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How the University of Chicago is helping fix Delhi air pollution

The University’s Energy Policy Institute joined hands with Indian authorities in an innovation challenge to address environmental issues
BY BrainGain Magazine Staff Writer |   11-11-2016
Above: File photo of smog in Delhi by Wonker, used under CC license

The frightening smog in Delhi at the end of October made headlines around the world. The city was already well known as one of the most polluted on the planet. Almost exactly a year before the Great Diwali Smog of 2016 – on 23rd October, 2015, to be precise – the University of Chicago signed a deal with the Delhi government to improve the air and water quality in India’s national capital. The highlight was the ‘Urban Labs Innovation Challenge – Delhi’ launched on December 1 last year. Anyone, including individuals, experts, associations, and organizations, could send in ideas to improve air quality, and the best ideas would win prize money worth Rs 2 crore (US $300,000). The unique crowdsourcing competition was a project of the Tata Center for Development, which is supported by Tata Trusts.

The competition winners were announced recently. The first prize went to Chakr Innovation’s ‘Paint From Pollution’ plan, which seeks to remove particulate matter from the exhaust of internal combustion engines and convert it into black ink and paint. Particulate matter pollution can cause stroke, asthma, and cancer. Exhaust from vehicles and diesel generators accounts for up to 34% of Delhi’s particulate matter pollution. Chakr Innovation’s project will employ a device that absorbs more than 72% of the particulate matter from diesel exhaust, without hurting engine performance.

In the pilot phase, the technology will be tried out on diesel generators that serve as power backups for mobile towers in Delhi, which consume more than 50 liters of diesel daily. Most of the city’s 14,000 mobile towers have a diesel generator as the primary power source or as a backup. The project will be expanded to cover larger diesel generators used in hospitals and hotels, and then to commercial vehicles.

The second prize winner addresses one of the leading causes of Delhi’s air pollution – the burning of post-harvest stubble in rice fields in the neighboring states of Haryana and Punjab. Such burning is illegal, but cheap and therefore common. The Climate Foundation and Tide Technocrats came up with the ‘Charvester’ system, which affordably recycles rice straw into biochar with clean emissions. It enables farmers to comply with air pollution laws at minimal cost and effort, increases soil productivity, and restores depleted lands.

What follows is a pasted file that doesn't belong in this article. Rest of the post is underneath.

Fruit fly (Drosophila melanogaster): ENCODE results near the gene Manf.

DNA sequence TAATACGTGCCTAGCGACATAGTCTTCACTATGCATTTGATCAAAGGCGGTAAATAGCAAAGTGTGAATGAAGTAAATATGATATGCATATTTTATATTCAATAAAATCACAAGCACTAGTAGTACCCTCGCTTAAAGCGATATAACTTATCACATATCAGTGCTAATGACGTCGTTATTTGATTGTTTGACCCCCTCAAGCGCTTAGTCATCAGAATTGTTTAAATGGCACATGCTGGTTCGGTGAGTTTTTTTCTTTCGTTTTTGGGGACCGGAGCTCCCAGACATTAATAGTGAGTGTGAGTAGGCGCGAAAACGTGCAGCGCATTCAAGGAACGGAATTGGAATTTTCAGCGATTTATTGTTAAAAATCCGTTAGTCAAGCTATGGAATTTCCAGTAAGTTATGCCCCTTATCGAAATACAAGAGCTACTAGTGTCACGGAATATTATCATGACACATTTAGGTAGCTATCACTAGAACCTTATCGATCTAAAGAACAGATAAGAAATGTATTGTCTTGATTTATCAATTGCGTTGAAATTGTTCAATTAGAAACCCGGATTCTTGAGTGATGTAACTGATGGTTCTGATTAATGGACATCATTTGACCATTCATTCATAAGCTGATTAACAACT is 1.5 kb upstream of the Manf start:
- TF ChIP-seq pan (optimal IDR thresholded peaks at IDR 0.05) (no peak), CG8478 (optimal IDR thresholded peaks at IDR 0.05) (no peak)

Many villages in Haryana support this project and have agreed to pilot Charvesting. Punjab and Haryana alone account for 48% of emissions from the burning of rice fields in India, so tackling the problem there could significantly reduce air pollution in North India.

The third winner is Mahila Housing SEWA Trust, which seeks to improve the indoor ambience in Delhi’s shanty homes. This can greatly improve the quality of life and productivity of the poor, especially women who spend a good deal of time indoors. Many shanty homes have only illegal and irregular access to electricity, and are built with heat-absorbing materials that require more energy to cool down. Poor light and ventilation force the residents to use more electric lights and fans. This project will pilot cool roofs in three slums.  It will train women entrepreneurs and design a loan product to create a sustainable business model. The project will reduce residents’ exposure to extreme heat. It will also cut household energy costs and thus free up more money for food, health, and education.

According to Unicef, 2 billion children around the world breathe toxic air. The youngest residents of New Delhi are among 220 million kids in South Asia exposed to pollution levels more than six times the standards set by the World Health Organization.

The Energy Policy Institute at the University of Chicago (EPIC) focuses its research on themes such as climate, environment, grid and storage, and law. It engages with an interdisciplinary group of experts from the university and from partner organizations such as the Argonne National Lab. The University of Chicago offers several programs in energy/environment for undergraduate, graduate and PhD students.



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